When treating cancer with radiation therapy, our goal is to deliver radiation to your breast area while protecting surrounding healthy tissue from exposure and potential damage.

If you have left-breast cancer, we take extra precautions to make sure that your heart receives minimal radiation exposure during your treatment.

Weekly Visits During Treatment

Your radiation oncologist and radiation nurse will see you each week to talk with you about any concerns, ask about any side effects you may be having, and answer your questions. This visit will be before or after your treatments each ________________. You should plan on being at your appointment about 1 extra hour on those days.

If you need to speak with your radiation oncologist or radiation nurse any time between your weekly visits, call your radiation oncologists office or ask the support staff or your radiation therapists to contact them when you come in for treatment.

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What Are The Side Effects Of Radiation For Breast Cancer

From Comments from Jennifer Gerson, MD, radiation oncologist with OHC. Article by Nicole Galan, Medical News Today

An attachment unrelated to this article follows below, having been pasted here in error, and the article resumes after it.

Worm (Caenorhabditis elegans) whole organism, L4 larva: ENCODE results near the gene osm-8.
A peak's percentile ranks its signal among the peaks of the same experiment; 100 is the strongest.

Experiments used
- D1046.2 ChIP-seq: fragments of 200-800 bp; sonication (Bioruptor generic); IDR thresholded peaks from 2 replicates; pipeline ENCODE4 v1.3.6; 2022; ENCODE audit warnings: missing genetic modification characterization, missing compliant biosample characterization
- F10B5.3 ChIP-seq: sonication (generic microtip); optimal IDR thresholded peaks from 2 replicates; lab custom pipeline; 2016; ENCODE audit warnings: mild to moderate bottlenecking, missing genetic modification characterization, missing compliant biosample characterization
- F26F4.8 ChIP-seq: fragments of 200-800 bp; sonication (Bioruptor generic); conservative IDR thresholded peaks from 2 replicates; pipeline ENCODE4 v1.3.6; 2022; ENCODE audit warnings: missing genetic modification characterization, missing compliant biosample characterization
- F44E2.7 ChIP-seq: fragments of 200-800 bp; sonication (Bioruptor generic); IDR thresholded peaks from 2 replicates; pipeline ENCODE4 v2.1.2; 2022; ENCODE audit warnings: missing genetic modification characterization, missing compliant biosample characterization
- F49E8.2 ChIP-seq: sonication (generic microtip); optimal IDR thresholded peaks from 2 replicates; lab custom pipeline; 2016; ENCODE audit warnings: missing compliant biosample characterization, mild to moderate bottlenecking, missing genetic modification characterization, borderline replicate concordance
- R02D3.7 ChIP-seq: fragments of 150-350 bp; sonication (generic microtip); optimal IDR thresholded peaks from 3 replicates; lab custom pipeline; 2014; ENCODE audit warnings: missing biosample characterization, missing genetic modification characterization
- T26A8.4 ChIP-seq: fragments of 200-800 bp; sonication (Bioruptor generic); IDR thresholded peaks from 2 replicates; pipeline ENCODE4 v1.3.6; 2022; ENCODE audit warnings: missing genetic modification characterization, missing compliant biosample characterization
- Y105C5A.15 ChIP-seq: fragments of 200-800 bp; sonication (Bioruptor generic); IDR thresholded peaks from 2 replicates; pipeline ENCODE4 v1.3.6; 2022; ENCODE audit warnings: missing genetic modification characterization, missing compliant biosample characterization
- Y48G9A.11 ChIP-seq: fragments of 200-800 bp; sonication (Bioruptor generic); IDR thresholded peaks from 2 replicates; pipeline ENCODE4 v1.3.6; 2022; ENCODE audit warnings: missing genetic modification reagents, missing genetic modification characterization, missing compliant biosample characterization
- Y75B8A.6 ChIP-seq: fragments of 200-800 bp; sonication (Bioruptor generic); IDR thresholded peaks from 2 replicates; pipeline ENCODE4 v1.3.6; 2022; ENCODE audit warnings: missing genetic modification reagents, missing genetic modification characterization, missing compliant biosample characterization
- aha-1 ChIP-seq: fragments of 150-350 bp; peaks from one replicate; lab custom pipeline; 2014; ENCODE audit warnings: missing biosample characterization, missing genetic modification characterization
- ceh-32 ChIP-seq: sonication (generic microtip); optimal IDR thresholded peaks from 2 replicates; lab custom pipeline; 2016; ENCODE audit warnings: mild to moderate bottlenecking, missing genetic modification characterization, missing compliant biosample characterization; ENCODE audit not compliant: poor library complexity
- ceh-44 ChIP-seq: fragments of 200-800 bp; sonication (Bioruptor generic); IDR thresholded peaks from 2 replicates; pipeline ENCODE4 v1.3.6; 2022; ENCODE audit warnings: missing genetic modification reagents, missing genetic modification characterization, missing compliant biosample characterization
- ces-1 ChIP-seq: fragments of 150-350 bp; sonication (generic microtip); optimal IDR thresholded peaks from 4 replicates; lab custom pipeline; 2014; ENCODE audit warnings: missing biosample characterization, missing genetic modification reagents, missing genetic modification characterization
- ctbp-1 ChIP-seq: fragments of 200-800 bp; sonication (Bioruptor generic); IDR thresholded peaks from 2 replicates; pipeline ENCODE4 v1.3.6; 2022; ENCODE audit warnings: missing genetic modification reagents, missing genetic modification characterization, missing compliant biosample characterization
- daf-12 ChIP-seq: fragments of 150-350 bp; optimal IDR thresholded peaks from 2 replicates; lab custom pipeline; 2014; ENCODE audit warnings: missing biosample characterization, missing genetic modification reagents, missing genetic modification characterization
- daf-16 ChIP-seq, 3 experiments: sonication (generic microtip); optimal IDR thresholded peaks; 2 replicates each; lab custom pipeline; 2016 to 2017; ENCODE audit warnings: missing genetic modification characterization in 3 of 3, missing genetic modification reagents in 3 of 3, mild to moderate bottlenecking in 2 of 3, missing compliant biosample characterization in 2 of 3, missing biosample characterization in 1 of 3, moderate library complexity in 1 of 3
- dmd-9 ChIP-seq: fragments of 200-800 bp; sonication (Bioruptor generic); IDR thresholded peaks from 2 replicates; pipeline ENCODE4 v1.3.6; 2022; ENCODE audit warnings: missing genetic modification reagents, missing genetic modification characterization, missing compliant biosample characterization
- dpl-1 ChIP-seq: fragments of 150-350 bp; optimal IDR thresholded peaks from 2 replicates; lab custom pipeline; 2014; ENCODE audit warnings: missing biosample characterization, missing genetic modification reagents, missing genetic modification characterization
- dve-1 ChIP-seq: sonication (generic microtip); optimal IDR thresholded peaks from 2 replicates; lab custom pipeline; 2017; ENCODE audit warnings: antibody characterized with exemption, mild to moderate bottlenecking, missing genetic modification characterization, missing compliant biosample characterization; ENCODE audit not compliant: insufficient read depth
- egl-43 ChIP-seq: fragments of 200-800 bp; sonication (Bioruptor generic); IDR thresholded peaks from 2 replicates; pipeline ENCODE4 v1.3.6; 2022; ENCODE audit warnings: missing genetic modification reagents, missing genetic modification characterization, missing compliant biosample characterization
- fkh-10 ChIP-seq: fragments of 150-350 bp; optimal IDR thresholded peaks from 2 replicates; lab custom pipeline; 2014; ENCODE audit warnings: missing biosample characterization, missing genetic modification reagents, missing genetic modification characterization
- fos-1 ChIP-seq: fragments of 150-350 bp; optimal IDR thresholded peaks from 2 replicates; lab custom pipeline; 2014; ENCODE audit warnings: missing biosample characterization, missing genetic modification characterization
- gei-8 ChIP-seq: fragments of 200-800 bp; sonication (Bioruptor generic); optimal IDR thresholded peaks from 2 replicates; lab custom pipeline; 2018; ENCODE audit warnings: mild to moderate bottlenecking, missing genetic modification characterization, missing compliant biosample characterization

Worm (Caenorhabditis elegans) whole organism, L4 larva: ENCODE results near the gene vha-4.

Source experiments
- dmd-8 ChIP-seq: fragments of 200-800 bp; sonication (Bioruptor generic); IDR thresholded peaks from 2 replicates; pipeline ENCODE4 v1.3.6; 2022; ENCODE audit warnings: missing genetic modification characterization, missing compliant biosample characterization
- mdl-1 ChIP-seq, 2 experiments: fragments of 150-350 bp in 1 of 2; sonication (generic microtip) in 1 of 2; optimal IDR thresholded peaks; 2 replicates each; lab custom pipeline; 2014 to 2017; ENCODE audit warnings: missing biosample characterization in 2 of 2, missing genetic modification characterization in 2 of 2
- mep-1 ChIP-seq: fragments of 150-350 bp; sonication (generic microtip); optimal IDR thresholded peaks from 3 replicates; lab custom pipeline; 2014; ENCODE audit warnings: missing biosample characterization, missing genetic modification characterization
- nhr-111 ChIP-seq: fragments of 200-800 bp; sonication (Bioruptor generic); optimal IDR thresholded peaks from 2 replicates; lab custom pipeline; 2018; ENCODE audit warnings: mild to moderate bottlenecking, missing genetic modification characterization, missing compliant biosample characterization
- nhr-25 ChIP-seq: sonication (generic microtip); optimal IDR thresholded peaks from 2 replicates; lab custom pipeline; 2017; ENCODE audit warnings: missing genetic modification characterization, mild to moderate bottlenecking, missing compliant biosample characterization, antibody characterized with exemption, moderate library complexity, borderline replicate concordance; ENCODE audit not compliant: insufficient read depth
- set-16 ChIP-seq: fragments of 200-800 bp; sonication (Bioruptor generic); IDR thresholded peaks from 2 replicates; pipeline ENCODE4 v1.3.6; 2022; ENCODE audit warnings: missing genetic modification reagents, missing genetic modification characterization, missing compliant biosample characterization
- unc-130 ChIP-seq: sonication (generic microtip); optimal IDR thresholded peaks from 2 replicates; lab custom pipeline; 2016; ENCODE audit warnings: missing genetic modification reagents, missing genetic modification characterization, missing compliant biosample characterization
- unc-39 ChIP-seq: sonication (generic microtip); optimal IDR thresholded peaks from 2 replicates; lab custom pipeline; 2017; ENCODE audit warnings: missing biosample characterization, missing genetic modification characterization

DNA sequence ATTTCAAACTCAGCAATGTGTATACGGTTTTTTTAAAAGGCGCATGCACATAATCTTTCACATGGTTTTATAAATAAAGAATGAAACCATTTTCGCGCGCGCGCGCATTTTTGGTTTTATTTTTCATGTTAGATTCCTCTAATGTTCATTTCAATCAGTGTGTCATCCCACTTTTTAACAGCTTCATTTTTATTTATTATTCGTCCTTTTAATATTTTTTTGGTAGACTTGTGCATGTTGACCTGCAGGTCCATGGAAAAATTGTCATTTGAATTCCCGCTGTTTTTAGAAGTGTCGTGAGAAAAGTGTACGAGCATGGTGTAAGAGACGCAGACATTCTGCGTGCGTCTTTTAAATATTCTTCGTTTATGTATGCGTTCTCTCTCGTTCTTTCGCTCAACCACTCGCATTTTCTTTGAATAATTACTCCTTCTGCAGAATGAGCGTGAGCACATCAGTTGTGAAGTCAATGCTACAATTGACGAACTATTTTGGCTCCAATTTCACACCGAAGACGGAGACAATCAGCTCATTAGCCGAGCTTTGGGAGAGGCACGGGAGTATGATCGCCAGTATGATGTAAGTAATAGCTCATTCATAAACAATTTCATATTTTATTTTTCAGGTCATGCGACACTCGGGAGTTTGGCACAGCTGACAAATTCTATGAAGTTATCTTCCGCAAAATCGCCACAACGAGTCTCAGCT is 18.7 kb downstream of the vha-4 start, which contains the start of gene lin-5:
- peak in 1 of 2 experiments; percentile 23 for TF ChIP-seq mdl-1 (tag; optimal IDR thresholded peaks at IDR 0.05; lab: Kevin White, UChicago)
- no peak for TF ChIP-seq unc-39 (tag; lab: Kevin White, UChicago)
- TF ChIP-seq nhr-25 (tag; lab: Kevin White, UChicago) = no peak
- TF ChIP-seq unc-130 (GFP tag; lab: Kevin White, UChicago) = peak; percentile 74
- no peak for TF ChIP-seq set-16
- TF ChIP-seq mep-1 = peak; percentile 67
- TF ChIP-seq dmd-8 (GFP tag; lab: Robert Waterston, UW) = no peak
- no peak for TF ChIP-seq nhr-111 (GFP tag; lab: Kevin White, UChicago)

Image credit: Stephen Kelly, 2018

Common short-term side effects include:

  • Pain: Some people experience mild discomfort or pain around the breast, or stiffness in the shoulder area. Over time, treatments should become less uncomfortable.
  • Skin changes: Skin damage is a common side effect of radiation therapy, and having a good skin care routine is essential during treatment. Changes to the skin can include color changes, peeling or flaking, skin that feels tender, dry, itchy or sore, blisters, and excess moisture and weeping.
  • Swelling: The breast or surrounding tissue may become swollen or inflamed. Swelling should reduce within a few weeks of the end of treatment.